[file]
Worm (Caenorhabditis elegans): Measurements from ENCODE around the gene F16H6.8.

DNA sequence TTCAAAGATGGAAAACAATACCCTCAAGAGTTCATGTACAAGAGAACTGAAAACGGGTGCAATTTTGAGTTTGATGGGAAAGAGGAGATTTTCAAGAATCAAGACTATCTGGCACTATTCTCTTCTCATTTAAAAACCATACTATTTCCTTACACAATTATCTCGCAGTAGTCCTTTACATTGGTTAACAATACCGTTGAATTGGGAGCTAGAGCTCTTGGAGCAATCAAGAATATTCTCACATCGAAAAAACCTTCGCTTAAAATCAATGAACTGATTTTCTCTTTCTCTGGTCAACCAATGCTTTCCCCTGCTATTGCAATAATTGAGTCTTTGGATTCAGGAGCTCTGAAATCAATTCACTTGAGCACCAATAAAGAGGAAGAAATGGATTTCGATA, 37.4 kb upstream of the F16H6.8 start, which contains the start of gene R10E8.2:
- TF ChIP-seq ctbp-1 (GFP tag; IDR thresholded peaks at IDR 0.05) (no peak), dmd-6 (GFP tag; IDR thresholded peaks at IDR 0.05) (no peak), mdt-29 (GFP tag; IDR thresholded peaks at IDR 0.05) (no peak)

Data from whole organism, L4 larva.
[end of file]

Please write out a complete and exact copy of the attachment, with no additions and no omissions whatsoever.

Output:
Worm (Caenorhabditis elegans): Measurements from ENCODE around the gene F16H6.8.

DNA sequence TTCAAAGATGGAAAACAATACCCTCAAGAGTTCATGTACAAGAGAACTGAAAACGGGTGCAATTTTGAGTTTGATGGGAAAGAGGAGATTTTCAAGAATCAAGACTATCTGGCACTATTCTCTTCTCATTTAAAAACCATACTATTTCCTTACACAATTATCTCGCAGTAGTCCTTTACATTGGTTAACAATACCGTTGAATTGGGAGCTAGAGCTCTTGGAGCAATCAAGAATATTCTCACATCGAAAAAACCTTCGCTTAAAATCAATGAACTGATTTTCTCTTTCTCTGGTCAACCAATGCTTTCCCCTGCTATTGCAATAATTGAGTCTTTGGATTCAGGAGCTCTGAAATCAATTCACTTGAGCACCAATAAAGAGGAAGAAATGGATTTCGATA, 37.4 kb upstream of the F16H6.8 start, which contains the start of gene R10E8.2:
- TF ChIP-seq ctbp-1 (GFP tag; IDR thresholded peaks at IDR 0.05) (no peak), dmd-6 (GFP tag; IDR thresholded peaks at IDR 0.05) (no peak), mdt-29 (GFP tag; IDR thresholded peaks at IDR 0.05) (no peak)

Data from whole organism, L4 larva.